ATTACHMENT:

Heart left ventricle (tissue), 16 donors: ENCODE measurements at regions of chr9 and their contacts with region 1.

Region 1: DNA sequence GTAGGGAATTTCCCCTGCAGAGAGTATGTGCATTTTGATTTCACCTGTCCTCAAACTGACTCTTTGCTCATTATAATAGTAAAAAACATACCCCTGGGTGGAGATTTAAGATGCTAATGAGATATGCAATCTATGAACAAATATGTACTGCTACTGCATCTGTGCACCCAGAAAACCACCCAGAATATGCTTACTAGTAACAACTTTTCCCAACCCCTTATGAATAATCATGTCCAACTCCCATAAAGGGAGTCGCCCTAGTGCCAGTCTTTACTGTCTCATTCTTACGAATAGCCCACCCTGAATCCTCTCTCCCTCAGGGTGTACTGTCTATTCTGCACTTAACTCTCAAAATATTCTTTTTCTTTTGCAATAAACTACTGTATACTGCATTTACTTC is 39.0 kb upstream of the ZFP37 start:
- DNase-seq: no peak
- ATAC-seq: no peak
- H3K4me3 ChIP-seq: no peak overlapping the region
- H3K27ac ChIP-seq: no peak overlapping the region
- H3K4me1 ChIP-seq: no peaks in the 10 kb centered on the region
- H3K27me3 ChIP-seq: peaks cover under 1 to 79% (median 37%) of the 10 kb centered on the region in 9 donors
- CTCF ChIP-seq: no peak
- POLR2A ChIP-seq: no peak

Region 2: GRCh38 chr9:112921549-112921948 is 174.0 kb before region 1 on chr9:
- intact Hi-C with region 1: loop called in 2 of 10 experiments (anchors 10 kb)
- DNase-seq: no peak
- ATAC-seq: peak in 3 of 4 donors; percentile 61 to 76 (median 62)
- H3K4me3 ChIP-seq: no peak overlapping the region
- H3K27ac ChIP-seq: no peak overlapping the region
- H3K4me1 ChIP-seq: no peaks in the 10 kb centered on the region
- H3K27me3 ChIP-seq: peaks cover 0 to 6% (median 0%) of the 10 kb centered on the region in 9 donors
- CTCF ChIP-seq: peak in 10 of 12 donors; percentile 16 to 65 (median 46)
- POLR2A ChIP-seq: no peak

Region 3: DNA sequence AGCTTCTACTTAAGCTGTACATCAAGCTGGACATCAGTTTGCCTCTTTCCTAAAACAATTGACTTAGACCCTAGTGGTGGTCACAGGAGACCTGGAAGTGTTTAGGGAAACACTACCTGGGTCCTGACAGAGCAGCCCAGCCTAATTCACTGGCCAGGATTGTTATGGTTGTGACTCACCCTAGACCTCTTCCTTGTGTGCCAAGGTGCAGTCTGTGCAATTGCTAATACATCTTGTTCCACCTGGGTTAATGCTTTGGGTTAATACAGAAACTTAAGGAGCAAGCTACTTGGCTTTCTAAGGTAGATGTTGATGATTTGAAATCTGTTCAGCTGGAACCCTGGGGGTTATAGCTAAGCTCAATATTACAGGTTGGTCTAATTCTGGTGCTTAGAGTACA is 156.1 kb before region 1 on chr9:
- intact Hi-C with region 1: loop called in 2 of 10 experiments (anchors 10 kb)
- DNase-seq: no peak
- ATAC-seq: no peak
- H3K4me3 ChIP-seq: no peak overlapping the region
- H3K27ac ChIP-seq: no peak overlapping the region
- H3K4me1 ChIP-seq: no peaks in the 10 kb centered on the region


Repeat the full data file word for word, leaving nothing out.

Heart left ventricle (tissue), 16 donors: ENCODE measurements at regions of chr9 and their contacts with region 1.

Region 1: DNA sequence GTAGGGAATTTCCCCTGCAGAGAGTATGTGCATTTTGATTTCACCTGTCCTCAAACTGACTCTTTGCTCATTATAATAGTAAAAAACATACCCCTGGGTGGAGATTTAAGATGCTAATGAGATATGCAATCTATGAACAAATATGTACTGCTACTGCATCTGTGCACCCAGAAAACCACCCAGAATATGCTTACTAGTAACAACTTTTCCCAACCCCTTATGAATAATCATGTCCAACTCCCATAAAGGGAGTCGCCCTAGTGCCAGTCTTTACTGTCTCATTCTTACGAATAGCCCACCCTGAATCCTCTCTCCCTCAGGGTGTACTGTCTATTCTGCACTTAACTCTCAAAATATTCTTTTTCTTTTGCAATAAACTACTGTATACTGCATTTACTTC is 39.0 kb upstream of the ZFP37 start:
- DNase-seq: no peak
- ATAC-seq: no peak
- H3K4me3 ChIP-seq: no peak overlapping the region
- H3K27ac ChIP-seq: no peak overlapping the region
- H3K4me1 ChIP-seq: no peaks in the 10 kb centered on the region
- H3K27me3 ChIP-seq: peaks cover under 1 to 79% (median 37%) of the 10 kb centered on the region in 9 donors
- CTCF ChIP-seq: no peak
- POLR2A ChIP-seq: no peak

Region 2: GRCh38 chr9:112921549-112921948 is 174.0 kb before region 1 on chr9:
- intact Hi-C with region 1: loop called in 2 of 10 experiments (anchors 10 kb)
- DNase-seq: no peak
- ATAC-seq: peak in 3 of 4 donors; percentile 61 to 76 (median 62)
- H3K4me3 ChIP-seq: no peak overlapping the region
- H3K27ac ChIP-seq: no peak overlapping the region
- H3K4me1 ChIP-seq: no peaks in the 10 kb centered on the region
- H3K27me3 ChIP-seq: peaks cover 0 to 6% (median 0%) of the 10 kb centered on the region in 9 donors
- CTCF ChIP-seq: peak in 10 of 12 donors; percentile 16 to 65 (median 46)
- POLR2A ChIP-seq: no peak

Region 3: DNA sequence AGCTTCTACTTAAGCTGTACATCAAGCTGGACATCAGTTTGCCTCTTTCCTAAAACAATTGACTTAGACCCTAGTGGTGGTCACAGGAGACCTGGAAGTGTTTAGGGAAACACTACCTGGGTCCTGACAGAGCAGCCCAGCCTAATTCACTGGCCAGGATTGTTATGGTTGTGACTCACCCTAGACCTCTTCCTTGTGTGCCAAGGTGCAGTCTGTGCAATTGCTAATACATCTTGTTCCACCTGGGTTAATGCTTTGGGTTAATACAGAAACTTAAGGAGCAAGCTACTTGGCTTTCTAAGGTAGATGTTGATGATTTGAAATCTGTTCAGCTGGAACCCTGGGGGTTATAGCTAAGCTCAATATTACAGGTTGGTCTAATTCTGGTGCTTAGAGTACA is 156.1 kb before region 1 on chr9:
- intact Hi-C with region 1: loop called in 2 of 10 experiments (anchors 10 kb)
- DNase-seq: no peak
- ATAC-seq: no peak
- H3K4me3 ChIP-seq: no peak overlapping the region
- H3K27ac ChIP-seq: no peak overlapping the region
- H3K4me1 ChIP-seq: no peaks in the 10 kb centered on the region